Another example is the wealthy young man recorded in the book of Matthew.  This rich young man came up to Jesus and asked about the way to eternal life.  Jesus told him to keep the commandments.  He replied with confidence that he had done so. Then Jesus further encouraged him to pursue perfection by distributing all that he had to the poor.  Upon hearing this, "he went away sorrowful; for he had great possessions" (Mt 19:22).  His original good intention was entangled by his wealth, so he lost the opportunity to come close to God.

The third example is Saul, who later became the apostle Paul after he had been called to follow Jesus.  Despite his great learning, not only was he unable to understand the truth of Christ, but he persecuted many Christians (Acts 26:24, 22:34). The mundane knowledge became merely a barrier that shadowed his insight.  Consequently he had been blinded for three days by the Lord, a symbolic reflection of his inner plight (Acts 9:8-9).

These three figures, though different from one another in circumstances, share the common characteristic of self-conceit.  Thus they were barred from recognizing the true nature of God, not to mention seeing His face.  By extension, people at present are suffering from similar problems.  Even though some are very zealous and anxious in their effort to find God, they are shut off from the door for a lack of purity in heart.

Jesus Christ on an occasion settled the disciples' arguments by referring to a child and said: "Truly, I say to you, unless you turn and become like children, you will never enter the kingdom of heaven.  Whoever humbles himself like this child, he is the greatest in the kingdom of heaven" (Mt 18:1-4).  In other words, only those who are spiritually innocent and whose heart is not entangled in the worldly affairs are qualified to enter the heavenly kingdom.  In God's sight, it is not he who possesses material riches or mundane knowledge that is valuable (I Cor 2:8), but it is rather he who vacates his mind and submits himself entirely to His will that is highly regarded.  In this sense, it is clearly understandable that Moses, after he had discarded his worldly attachments and undergone austere training in the wilderness, was qualified to speak to God face to face (Ex 33: 11).  The Ethiopian minister mentioned in the Acts serves as another example.  He humbly and politely asked the evangelist Philip to interpret the scripture for him.  The high-ranking official eventually grasped the word of God and was baptized into Christ (Acts 8:26-40).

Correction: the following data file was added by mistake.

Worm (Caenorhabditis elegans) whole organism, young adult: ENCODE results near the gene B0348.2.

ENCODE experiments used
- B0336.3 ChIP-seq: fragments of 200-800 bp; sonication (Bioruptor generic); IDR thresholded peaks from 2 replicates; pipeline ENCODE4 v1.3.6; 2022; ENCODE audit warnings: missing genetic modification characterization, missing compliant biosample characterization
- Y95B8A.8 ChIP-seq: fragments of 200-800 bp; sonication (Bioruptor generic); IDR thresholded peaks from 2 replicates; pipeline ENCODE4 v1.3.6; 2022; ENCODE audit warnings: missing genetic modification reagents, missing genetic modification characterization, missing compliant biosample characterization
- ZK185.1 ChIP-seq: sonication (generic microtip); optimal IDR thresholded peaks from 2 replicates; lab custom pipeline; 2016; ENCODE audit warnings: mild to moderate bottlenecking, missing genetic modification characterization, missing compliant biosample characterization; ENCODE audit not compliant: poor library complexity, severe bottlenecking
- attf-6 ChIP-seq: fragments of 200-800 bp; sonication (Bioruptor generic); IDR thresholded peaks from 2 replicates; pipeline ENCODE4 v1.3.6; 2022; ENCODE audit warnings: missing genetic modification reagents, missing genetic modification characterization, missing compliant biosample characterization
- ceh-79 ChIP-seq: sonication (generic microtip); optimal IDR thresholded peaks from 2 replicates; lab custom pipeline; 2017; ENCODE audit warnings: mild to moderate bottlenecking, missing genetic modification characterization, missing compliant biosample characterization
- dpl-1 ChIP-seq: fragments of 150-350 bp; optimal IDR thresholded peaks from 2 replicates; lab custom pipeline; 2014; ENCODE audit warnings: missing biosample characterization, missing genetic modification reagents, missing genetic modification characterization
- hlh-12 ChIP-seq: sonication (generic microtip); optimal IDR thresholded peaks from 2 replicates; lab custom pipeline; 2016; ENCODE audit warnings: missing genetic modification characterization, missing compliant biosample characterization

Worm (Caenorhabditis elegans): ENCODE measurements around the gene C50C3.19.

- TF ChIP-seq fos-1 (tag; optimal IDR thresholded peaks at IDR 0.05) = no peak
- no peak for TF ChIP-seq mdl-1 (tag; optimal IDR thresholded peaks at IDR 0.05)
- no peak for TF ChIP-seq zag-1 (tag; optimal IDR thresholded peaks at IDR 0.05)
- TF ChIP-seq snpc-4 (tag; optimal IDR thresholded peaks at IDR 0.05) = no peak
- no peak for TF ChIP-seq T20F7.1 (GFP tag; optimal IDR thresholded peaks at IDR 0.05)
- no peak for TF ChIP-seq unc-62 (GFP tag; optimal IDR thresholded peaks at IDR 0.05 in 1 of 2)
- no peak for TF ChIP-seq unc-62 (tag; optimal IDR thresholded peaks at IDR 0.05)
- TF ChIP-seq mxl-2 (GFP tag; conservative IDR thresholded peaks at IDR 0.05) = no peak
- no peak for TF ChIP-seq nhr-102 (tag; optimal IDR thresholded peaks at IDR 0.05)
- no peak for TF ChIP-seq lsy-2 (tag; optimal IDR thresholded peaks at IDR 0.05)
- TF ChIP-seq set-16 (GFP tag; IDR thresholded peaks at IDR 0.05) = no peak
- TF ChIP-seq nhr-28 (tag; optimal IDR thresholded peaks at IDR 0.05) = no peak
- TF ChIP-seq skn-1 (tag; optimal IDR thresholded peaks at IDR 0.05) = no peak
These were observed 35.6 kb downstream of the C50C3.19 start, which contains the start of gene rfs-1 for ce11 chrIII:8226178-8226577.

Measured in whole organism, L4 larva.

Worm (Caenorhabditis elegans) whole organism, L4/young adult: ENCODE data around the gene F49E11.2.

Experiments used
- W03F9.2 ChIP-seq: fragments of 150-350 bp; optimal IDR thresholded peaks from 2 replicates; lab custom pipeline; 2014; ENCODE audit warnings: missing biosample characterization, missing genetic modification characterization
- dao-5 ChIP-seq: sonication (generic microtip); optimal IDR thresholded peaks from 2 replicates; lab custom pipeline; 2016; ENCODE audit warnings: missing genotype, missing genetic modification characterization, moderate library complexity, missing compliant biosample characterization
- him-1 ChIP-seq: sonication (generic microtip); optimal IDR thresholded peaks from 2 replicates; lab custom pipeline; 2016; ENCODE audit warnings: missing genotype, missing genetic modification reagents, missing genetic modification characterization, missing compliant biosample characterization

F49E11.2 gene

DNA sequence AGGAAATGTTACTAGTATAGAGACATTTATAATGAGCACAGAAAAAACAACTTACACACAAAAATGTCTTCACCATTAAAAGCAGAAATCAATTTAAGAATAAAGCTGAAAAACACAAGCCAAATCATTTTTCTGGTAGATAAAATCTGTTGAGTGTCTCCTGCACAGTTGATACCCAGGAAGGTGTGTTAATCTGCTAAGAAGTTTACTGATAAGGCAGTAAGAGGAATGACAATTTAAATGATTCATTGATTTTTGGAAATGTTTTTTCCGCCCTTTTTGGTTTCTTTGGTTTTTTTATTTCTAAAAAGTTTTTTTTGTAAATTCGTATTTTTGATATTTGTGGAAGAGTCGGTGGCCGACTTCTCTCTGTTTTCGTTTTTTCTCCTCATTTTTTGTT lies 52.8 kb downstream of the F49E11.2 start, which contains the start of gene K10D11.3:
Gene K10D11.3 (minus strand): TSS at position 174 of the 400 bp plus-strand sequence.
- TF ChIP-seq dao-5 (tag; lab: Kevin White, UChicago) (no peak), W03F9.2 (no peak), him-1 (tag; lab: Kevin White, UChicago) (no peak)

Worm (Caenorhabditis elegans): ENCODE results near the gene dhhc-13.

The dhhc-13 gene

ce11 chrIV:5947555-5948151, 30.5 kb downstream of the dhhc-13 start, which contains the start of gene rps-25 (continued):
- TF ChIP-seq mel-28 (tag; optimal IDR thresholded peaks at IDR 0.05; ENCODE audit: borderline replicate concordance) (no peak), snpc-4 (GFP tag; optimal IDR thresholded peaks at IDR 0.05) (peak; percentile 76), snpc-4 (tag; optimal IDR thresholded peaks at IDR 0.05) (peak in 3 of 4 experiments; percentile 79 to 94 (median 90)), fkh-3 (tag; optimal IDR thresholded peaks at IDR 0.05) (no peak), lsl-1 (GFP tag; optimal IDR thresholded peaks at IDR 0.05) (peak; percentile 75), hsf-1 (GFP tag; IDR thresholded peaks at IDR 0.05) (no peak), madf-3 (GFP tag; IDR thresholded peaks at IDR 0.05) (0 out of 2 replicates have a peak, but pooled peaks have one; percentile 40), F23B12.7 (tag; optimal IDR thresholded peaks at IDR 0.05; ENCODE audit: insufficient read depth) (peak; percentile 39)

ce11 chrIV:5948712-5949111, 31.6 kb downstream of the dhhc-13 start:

The first three chapters of the First Corinthians explicitly state that God saves those who, from the viewpoint of ordinary people, are foolish, weak, low, and despised (I Cor 1:27:28).  On the contrary, the wise and powerful are separated from God's salvation, because they regard themselves superior.  Preoccupied with this nation, they consequently lack the penetrating spiritual insight (I Cor 2: 10-11).  We must worship God in spirit and truth, because He is spirit (Jn 4:24).  A person must first empty his/her heart to behold His very nature, follow His commandments, and come to an intimate communication with Him.

The foregoing examples draw for us an edifying lesson.  There is indeed nothing in the world on which we can depend, nor by which we can hopefully be led to the way of salvation.  It is only at the moment when we cast aside egoism and human ways, and humbly and unreservedly kneel down before the Lord can we be enlightened.  This is the way to find the contact point of God and man.